Designing AWS Backup and Recovery Solutions

This post has matured and may no longer be accruate, but we leave it here as it may still be useful. You might want to click on the associated category or tag to find something newer.

Success with any project starts with preparing for failure. The same mentality also applies to designing backup and recovery solutions. When planning an AWS backup and recovery, you should first identify possible failure situations and their potential impact on your organization.

Your industry might also demand regulatory requirements for data privacy and security that you need to consider.

Ideally, an AWS backup solution should offer granularity, including:

  • File-level recovery
  • Application-level recovery
  • Volume-level recovery
  • Image-level recovery

AWS Backup & Recovery Approaches for Cloud-Native Infrastructure

IT infrastructure can be on-premises, cloud-native or hybrid. In a cloud-native infrastructure, all your data exists entirely on AWS. AWS offers many options for database backup and recovery. You can choose to run your database on an EC2 instance or use managed services available on Amazon Relational Database Services (Amazon RDS).

If you’re running your database on an EC2 instance, you can choose to use native tools such as Oracle, MySQL, PostgreSQL and MSSQL to perform an AWS backup. Alternatively, you can create a snapshot of your data using EBS snapshot-based protection.

1. Using Replica Database Backups

If your databases are built on RAID sets, you can create a read replica of the database to remove the burden of AWS backup from the primary database. The read replica is an up-to-date copy of your database that runs on a separate EC2 instance. You can create a replica database instance by using multiple disks similar to the source or consolidate your data to a single EBS volume. From here you can snapshot your EBS volumes using one of the several EBS snapshot-based protection methods available. This method of AWS backup is ideal for large databases that are run 24/7.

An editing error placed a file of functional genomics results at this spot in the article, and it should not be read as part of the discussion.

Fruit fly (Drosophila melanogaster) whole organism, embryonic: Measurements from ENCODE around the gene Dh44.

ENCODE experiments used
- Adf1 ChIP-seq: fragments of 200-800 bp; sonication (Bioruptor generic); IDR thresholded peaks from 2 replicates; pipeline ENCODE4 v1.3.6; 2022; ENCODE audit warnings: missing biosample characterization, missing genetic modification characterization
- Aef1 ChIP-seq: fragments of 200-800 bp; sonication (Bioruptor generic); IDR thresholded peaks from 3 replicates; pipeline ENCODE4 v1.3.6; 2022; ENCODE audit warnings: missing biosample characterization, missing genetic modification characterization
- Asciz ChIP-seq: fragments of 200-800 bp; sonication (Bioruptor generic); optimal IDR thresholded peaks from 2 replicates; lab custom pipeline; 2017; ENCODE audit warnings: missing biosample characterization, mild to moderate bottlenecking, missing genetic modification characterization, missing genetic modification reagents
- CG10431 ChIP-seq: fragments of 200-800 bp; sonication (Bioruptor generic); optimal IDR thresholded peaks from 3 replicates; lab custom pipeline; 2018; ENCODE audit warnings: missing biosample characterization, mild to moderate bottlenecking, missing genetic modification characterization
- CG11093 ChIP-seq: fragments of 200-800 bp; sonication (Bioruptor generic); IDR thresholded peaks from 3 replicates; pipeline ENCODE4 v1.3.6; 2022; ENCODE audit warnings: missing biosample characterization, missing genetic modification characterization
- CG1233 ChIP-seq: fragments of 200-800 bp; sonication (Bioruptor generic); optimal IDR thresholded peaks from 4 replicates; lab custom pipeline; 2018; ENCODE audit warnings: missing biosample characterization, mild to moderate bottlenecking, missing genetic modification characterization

2. Using Amazon RDS for AWS Backup

Amazon Relational Database Service comes with a set of features you can use to automate your database backups. Unlike the first method, which involves taking snapshots of individual databases, Amazon RDS creates a large storage volume snapshot of your entire DB instance.

Amazon RDS provides two main options for AWS backup:

  • Automated backups enable point-in-time recovery of your entire DB instance. This function is turned on by default whenever you create a new DB instance. Amazon RDS automatically performs full daily backups of your data and also allows you to configure a retention period of up to 35 days. Amazon RDS is able to restore your data by using these periodic backups together with your transaction logs.
  • DB Snapshots are user-initiated backups that help you back up your DB instance as frequently as you wish and restore your data. To use DB snapshots, you can use the Amazon RDS Console, or the CreateDBSnaphot DB Snapshots have unlimited retention. You can use a DeleteDBInstance call or the AWS Management Console to delete your old instances.

3. Using AMI to Backup Your EC2 Instances

Amazon Machine Images (AMIs) enable AWS backup of images. The images consist of a template for the root volume required to launch the instance. You can use the aws ec2 create-image CLI command to back up the root volumes of your images as AMIs. The AMIs are stored in your AWS account using EBS snapshots.

Takeaway for Businesses

AWS is an ideal cloud platform where you can store and protect your precious data. At Agile IT, we’ve acquired vast experience in cloud computing and cloud engineering. Our cloud experts can undertake a wide range of AWS implementations including AWS backup and recovery.

Need help designing a reliable AWS backup and recovery solution? Contact us today to learn how AWS can become a seamless and customizable cloud platform for your organization on all your devices.